There are many stocks, including blue-chip companies, that are trading at cheap valuations as a result of the coronavirus.
But this does not mean that they automatically qualify as bargains.
It’s important that you sift out the wheat from the chaff.
Some companies could be seeing a permanent, structural shift in the industry they are operating in, such that the economics of the business are no longer as attractive as they used to be.
Others may just be suffering from temporary financial troubles and will be able to bounce back once the crisis has passed.
Stocks in the former category are known as “value traps” as they may appear cheap but do not possess attractive characteristics that qualify them for long-term investment.
Personally, there are three stocks that I am avoiding for now.
Unless there is a radical change in either the business environment or corporate strategy, I am inclined to continue to eschew them.
Singapore Airlines Limited (SGX: C6L)
Singapore Airlines Limited, or SIA, is Singapore’s flagship airline and operates brands such as Singapore Airlines, SilkAir and Scoot.
Worldwide lockdowns, a ban on air travel and border closures have resulted in SIA grounding the bulk of its fleet during April and May.
In late-March, the airline announced a massive rights issue to shore up its balance sheet as the group faces its greatest challenge since incorporation.
Although some flights have been restarted, it’s still an uphill task for the airline to climb back to pre-pandemic levels.
Moreover, SIA and Scoot are now granting refunds for passengers to cover trips departing before the end of August.
This is in line with the view that mass travel bookings are unlikely to resume anytime soon, as the airline industry continues to reel from the adverse impact of COVID-19.
New measures to assure passengers of safety and cleanliness could also be a new normal for airlines, with SIA pledging to perform more regular and thorough cleaning of aircraft, including the toilets.
SIA could be permanently and adversely impacted by the coronavirus, denting its revenue stream while bumping up its overall cost structure.
Singapore Post Limited (SGX: S08)
Singapore Post is a postal service provider that also deals with e-Commerce logistics and mail solutions in Singapore and 19 other markets.
Although full fiscal year 2020 revenue declined by 0.7% year on year, underlying net profit remained flat at S$100.2 million.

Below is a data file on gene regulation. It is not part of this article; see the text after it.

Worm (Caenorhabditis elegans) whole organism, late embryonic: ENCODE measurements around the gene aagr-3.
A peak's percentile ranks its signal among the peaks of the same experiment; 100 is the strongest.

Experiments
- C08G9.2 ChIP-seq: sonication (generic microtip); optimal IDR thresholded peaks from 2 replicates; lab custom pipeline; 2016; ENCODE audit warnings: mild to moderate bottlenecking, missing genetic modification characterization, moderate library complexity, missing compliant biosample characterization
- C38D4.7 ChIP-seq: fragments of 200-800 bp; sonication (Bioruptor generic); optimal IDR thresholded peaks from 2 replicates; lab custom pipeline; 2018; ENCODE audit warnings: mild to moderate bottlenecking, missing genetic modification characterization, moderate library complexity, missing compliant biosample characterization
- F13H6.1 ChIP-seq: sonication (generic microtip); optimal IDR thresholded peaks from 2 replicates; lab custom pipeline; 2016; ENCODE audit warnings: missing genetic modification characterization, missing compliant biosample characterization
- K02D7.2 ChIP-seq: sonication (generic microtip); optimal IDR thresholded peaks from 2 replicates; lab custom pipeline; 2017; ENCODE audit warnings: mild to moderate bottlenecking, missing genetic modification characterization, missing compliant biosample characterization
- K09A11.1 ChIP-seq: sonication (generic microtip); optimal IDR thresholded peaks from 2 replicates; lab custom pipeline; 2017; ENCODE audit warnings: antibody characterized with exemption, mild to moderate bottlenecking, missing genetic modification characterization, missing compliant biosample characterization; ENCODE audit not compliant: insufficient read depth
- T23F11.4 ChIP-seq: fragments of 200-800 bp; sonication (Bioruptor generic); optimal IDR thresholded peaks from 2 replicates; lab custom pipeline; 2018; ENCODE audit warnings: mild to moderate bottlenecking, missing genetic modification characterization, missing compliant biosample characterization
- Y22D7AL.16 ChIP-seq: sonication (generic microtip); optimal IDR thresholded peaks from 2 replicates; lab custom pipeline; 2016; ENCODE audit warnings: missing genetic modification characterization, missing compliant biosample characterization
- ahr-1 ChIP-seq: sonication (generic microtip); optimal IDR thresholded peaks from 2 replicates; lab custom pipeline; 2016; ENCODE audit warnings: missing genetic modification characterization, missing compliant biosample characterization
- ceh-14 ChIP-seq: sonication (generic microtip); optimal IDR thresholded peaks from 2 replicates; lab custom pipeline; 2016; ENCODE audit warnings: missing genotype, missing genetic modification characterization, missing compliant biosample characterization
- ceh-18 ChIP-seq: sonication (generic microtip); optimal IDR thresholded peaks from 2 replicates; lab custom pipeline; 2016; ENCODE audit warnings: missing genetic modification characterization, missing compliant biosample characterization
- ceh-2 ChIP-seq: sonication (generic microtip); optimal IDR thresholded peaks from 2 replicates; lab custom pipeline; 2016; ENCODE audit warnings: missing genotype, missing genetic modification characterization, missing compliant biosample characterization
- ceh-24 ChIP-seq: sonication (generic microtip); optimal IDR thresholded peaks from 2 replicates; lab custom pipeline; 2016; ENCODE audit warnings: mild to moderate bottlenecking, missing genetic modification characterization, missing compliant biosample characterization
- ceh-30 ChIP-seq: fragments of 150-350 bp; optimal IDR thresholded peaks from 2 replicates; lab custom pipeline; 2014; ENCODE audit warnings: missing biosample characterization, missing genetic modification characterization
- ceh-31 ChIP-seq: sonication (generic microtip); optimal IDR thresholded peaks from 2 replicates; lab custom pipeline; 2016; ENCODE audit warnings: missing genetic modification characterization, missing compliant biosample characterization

The worrying aspect of the earnings report centres on the Post and Parcel segment, which contributed 56% of group revenue.
The segment faces a double-digit percentage decline in letter volumes, and although e-Commerce growth volumes were healthy, they formed just a small portion of the segment’s total revenue base.
Although Post and Parcel segment revenue declined by just 1.1% year on year, its operating profit plunged by 23.2% year on year.
Singapore Post is also trying to recover from poor investments that it made in the US, namely in e-commerce businesses TradeGlobal and Jagged Peak, both acquired back in 2015.
These two acquisitions incurred significant losses for the group and had to be impaired to the tune of S$98.7 million in the 2019 fiscal year.
After a reduction in its total dividend from S$0.035 to S$0.027 and a lack of a viable long-term strategy, prospects continue to look bleak for the postal provider.
StarHub Ltd (SGX: CC3)
StarHub is one of Singapore’s three largest telecommunication companies (telco).
The group offers mobile, broadband and cable TV services.
StarHub reported a weak set of numbers for its first quarter 2020 earnings report.
Revenue fell 15.2% year on year, operating profit declined by 17.8% year on year, and net profit was down 25.7% year on year.
The group is also facing pressure for its mobile and pay TV divisions.
Its mobile services market share declined by two percentage points from 26% to 24%, while average revenue per user (ARPU), a measure of its ability to earn more per customer, declined for both pre-paid and post-paid users.
Pay TV division is seeing subscriber attrition, falling from 394,000 as of 31 March 2019 to 327,000 as of 31 March 2020.
ARPU is also falling for the division, falling by nearly 21% year on year from S$48 to S$38.
In short, the telco has not been able to arrest this decline in both its financial and operating performance.
With the new provisional 5G licence being awarded, it may have to cough up even more cash for capital expenditures, further straining its balance sheet and decreasing its free cash flow generation capability.
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Disclaimer: Royston Yang does not own shares in any of the companies mentioned.